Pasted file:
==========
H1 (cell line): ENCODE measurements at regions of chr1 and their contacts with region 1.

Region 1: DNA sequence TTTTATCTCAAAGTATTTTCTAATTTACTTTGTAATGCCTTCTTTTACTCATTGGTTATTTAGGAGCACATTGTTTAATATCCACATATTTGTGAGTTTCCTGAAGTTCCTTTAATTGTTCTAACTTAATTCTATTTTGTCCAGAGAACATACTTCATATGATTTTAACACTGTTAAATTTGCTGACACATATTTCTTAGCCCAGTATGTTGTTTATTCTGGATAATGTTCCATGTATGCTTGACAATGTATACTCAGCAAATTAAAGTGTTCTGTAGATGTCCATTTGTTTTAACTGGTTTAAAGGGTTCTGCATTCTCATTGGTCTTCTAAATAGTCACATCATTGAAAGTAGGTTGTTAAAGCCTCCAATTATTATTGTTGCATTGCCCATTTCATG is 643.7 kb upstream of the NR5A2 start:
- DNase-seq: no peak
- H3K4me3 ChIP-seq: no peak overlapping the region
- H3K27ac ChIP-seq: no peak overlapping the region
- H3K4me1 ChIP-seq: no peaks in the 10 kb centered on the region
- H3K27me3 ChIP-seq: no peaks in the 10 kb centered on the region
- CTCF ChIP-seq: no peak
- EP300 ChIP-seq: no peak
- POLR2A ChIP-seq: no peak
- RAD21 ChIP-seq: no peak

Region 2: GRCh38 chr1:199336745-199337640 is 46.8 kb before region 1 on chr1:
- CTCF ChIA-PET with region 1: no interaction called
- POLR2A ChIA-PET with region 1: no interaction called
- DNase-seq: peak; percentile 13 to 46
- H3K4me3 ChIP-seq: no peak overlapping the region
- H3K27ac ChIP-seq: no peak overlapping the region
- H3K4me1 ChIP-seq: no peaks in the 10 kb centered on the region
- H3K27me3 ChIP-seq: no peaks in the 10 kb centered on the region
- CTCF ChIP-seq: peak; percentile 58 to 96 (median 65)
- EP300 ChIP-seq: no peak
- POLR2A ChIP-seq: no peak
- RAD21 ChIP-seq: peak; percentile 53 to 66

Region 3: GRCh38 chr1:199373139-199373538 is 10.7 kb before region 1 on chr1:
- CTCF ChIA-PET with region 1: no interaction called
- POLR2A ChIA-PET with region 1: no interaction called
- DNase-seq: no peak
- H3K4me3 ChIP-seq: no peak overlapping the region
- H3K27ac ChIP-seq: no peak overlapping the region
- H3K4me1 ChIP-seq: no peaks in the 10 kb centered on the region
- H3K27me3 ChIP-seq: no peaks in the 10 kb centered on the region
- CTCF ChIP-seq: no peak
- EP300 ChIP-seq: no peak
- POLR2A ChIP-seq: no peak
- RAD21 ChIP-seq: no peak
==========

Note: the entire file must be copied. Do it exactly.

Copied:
H1 (cell line): ENCODE measurements at regions of chr1 and their contacts with region 1.

Region 1: DNA sequence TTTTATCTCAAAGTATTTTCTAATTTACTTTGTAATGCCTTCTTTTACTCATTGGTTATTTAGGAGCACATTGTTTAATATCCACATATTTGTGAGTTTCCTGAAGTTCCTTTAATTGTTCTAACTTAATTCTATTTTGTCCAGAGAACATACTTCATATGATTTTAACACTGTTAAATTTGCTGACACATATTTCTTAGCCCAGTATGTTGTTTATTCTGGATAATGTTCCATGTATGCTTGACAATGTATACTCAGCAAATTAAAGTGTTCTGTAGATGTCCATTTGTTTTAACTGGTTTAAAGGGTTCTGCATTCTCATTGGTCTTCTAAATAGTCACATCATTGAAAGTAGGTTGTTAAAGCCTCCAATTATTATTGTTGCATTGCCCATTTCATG is 643.7 kb upstream of the NR5A2 start:
- DNase-seq: no peak
- H3K4me3 ChIP-seq: no peak overlapping the region
- H3K27ac ChIP-seq: no peak overlapping the region
- H3K4me1 ChIP-seq: no peaks in the 10 kb centered on the region
- H3K27me3 ChIP-seq: no peaks in the 10 kb centered on the region
- CTCF ChIP-seq: no peak
- EP300 ChIP-seq: no peak
- POLR2A ChIP-seq: no peak
- RAD21 ChIP-seq: no peak

Region 2: GRCh38 chr1:199336745-199337640 is 46.8 kb before region 1 on chr1:
- CTCF ChIA-PET with region 1: no interaction called
- POLR2A ChIA-PET with region 1: no interaction called
- DNase-seq: peak; percentile 13 to 46
- H3K4me3 ChIP-seq: no peak overlapping the region
- H3K27ac ChIP-seq: no peak overlapping the region
- H3K4me1 ChIP-seq: no peaks in the 10 kb centered on the region
- H3K27me3 ChIP-seq: no peaks in the 10 kb centered on the region
- CTCF ChIP-seq: peak; percentile 58 to 96 (median 65)
- EP300 ChIP-seq: no peak
- POLR2A ChIP-seq: no peak
- RAD21 ChIP-seq: peak; percentile 53 to 66

Region 3: GRCh38 chr1:199373139-199373538 is 10.7 kb before region 1 on chr1:
- CTCF ChIA-PET with region 1: no interaction called
- POLR2A ChIA-PET with region 1: no interaction called
- DNase-seq: no peak
- H3K4me3 ChIP-seq: no peak overlapping the region
- H3K27ac ChIP-seq: no peak overlapping the region
- H3K4me1 ChIP-seq: no peaks in the 10 kb centered on the region
- H3K27me3 ChIP-seq: no peaks in the 10 kb centered on the region
- CTCF ChIP-seq: no peak
- EP300 ChIP-seq: no peak
- POLR2A ChIP-seq: no peak
- RAD21 ChIP-seq: no peak